This post is by Phoebe Honscheid, a junior at Cornell University.
Back home, we normally celebrate the Fourth of July with parades, a picnic with heaps of traditional American food, some games, maybe some sparklers, and always a huge fireworks display to wrap up the evening. In Australia, the IRES crew did things a little differently this year. After a week of searching for and collecting observations for our red-backed fairy-wrens in the field, it was time for our off-day at Springbrook National Park. We started the day with a two and a half hour car ride while listening to any song that even briefly mentioned America, which is why I had Miley Cyrus singing “Party in the USA” stuck in my head the whole rest of the day.
Instead of the usual games like frisbee or cornhole, we decided to spice it up with a “friendly” game of Assassins. For those who don’t know how to play Assassins, each player is assigned somebody else to eliminate by clipping a clothespin onto their clothes when they’re distracted. The targets are passed on until only one person is left surviving. Our group doesn’t mess around when it comes to organized competition so as soon as the doors to Gertie (our minivan) and the Ute (Australian for truck) opened, we were sure to maintain at least a one-meter radius around ourselves. Throughout the day alliances were formed, bribes of chocolate were exchanged for information, and people were ambushed by others waiting in trees in the dark.
This off-day was special because we got to share it with Dhoka, a native Papuan who has been working on white-shouldered fairy-wrens. Dhoka spent his first experience outside of Papua New Guinea with us and stayed for one week. He helped us in the field with finding and catching birds as well as telling us a little about his life back at home. We, in turn, introduced him to the Australian rainforest, Shrek, and Assassins. I think he particularly enjoyed Assassins considering he was the one that ambushed somebody by waiting in a tree in the dark.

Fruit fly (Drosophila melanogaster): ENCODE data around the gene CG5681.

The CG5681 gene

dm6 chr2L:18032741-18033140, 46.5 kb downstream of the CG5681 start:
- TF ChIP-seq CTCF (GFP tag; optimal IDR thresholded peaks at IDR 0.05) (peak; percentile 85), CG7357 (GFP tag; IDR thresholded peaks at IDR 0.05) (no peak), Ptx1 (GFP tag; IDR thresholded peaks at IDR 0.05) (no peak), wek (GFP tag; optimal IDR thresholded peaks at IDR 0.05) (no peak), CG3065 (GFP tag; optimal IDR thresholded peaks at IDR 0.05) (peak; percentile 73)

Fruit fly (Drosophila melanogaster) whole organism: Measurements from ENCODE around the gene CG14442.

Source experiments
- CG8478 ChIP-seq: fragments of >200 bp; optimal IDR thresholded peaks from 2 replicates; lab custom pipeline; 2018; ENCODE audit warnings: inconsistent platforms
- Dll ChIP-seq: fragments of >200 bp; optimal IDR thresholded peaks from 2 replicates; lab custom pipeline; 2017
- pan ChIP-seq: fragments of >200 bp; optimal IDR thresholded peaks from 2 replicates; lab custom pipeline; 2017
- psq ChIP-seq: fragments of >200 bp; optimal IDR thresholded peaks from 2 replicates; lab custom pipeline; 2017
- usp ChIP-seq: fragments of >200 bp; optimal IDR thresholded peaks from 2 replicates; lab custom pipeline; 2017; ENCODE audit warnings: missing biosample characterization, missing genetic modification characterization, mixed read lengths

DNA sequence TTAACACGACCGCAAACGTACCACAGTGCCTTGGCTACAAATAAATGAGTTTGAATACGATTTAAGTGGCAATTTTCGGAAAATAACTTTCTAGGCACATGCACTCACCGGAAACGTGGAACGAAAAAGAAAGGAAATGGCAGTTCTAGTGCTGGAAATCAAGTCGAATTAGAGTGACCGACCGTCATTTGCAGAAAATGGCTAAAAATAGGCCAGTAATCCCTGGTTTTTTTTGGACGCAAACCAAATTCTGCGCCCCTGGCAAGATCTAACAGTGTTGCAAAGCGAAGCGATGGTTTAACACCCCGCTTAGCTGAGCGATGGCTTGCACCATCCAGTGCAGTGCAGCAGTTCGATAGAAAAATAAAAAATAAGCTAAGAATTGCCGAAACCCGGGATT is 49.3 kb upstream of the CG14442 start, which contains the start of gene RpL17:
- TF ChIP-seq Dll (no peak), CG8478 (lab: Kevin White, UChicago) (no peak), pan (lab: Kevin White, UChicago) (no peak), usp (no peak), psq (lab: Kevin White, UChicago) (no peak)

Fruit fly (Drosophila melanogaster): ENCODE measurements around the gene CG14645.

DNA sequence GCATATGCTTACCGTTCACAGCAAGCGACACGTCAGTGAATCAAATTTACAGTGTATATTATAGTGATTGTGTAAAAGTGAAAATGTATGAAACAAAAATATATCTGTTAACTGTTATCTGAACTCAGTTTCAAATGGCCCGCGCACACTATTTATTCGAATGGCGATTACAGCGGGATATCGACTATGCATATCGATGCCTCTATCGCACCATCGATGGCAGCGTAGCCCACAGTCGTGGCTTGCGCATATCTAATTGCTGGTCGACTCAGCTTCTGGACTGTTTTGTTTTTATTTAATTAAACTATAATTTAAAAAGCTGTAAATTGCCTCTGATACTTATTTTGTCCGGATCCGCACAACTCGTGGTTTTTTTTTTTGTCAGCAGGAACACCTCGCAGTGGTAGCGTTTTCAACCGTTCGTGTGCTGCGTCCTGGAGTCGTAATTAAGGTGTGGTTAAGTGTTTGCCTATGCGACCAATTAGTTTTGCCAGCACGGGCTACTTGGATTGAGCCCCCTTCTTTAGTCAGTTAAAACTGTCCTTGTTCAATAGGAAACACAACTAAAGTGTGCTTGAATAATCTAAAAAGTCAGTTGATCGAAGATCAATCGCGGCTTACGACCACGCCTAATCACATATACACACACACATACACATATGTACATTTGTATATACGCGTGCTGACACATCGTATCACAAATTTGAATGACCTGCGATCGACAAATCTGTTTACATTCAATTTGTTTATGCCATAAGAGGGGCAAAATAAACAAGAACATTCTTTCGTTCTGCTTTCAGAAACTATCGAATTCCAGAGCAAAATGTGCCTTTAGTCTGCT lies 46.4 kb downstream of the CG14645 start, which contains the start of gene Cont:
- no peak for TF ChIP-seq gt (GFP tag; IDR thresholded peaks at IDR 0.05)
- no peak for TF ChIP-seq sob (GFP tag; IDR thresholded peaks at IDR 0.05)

I have yet to adequately prepare myself for walking into a rainforest. Every single time I become caught in my own disbelief at the intricate network of all the different plant species, vines that look like cinnamon twists, and the unique yet unmistakable feeling of entering a hidden world far removed from our own. I become mindful of every footfall and try not to disturb the forest too much. On this day, I picked up a leaf and when I let it slip through my fingers, it returned to the exact same spot as if the entire forest was carefully arranged. The pale morning sun spilled through patches in the feathery leaves so that light was suspended in shimmering beams right in front of me. I couldn’t resist the urge to reach out and touch it. Also, the rainforests are really green. Like really, really green. Imagine taking a picture of a normal forest and then setting the saturation to the max and then dipping the whole picture into bright green paint.
Because setting off fireworks in Australia would surely culminate in a life in prison, we ended the day with a different display of light. Instead of lightning bugs, the signature light-producing insects of Australia are called glow worms, which like to live together in small caves. Their bioluminescent sticky threads are used to lure prey and are only found in the larval stage of this small fly. I walked into the Springbrook glow worm cave and was immediately in awe. The cave interior was speckled with constellations of bright blue jewels and looked just like a blanket of stars. I started subconsciously identifying Ursa Major, Cassiopeia, and Cancer. It was incredible to see another one of the ways how biology can be insanely beautiful.